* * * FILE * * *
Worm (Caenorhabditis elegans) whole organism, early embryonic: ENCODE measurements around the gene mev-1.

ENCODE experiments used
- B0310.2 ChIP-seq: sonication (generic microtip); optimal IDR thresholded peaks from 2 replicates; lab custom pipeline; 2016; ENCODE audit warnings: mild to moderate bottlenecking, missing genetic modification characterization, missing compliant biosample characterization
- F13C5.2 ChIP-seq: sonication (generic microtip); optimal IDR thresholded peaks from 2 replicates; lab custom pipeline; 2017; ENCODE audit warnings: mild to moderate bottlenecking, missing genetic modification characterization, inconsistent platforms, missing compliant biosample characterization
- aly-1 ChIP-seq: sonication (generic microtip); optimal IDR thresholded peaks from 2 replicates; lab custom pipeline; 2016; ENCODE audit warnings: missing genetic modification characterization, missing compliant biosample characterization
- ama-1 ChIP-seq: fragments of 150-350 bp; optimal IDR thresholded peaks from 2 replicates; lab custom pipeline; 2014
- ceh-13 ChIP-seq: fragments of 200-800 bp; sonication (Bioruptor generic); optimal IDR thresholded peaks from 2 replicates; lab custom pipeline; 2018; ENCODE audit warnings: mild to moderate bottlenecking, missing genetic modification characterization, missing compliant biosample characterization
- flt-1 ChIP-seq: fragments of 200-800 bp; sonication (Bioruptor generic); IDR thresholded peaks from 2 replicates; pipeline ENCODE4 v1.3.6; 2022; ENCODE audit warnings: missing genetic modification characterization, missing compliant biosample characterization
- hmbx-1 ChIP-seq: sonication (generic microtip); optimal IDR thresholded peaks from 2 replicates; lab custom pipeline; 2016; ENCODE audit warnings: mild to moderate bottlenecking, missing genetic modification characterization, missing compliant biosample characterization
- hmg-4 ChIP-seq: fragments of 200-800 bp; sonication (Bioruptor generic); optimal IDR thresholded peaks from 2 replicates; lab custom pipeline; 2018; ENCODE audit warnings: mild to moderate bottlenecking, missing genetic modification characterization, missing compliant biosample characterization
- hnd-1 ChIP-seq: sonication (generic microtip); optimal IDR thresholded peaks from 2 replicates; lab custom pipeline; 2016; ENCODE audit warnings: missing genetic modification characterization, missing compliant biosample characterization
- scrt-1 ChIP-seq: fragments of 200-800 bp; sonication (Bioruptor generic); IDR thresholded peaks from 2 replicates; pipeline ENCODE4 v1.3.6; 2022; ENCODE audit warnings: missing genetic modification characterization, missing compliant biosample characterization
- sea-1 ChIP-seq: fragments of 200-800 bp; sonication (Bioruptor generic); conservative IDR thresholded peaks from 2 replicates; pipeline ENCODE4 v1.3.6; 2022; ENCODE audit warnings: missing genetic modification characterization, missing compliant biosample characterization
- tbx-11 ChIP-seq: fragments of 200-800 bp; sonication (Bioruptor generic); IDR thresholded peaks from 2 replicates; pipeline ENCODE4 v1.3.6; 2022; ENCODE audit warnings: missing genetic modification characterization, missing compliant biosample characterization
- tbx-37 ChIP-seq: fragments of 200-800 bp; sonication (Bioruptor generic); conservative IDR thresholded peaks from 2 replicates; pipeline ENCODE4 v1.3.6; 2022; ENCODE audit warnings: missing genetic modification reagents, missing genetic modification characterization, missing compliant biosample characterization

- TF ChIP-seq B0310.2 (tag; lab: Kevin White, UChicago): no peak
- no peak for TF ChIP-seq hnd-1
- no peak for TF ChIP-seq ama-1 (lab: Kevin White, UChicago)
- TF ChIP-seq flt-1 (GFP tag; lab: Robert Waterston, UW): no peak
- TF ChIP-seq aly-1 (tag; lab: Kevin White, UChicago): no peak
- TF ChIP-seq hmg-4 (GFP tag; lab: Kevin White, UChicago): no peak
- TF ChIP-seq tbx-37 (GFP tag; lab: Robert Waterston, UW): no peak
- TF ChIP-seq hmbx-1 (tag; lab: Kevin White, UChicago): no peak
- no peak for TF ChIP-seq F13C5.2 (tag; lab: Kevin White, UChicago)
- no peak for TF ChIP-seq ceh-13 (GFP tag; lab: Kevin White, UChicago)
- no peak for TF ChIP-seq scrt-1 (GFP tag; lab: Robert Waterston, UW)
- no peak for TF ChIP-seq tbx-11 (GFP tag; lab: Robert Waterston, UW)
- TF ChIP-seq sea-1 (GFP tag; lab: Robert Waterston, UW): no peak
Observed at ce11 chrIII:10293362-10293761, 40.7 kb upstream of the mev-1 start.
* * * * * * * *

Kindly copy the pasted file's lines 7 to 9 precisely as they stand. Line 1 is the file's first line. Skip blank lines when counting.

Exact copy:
- ceh-13 ChIP-seq: fragments of 200-800 bp; sonication (Bioruptor generic); optimal IDR thresholded peaks from 2 replicates; lab custom pipeline; 2018; ENCODE audit warnings: mild to moderate bottlenecking, missing genetic modification characterization, missing compliant biosample characterization
- flt-1 ChIP-seq: fragments of 200-800 bp; sonication (Bioruptor generic); IDR thresholded peaks from 2 replicates; pipeline ENCODE4 v1.3.6; 2022; ENCODE audit warnings: missing genetic modification characterization, missing compliant biosample characterization
- hmbx-1 ChIP-seq: sonication (generic microtip); optimal IDR thresholded peaks from 2 replicates; lab custom pipeline; 2016; ENCODE audit warnings: mild to moderate bottlenecking, missing genetic modification characterization, missing compliant biosample characterization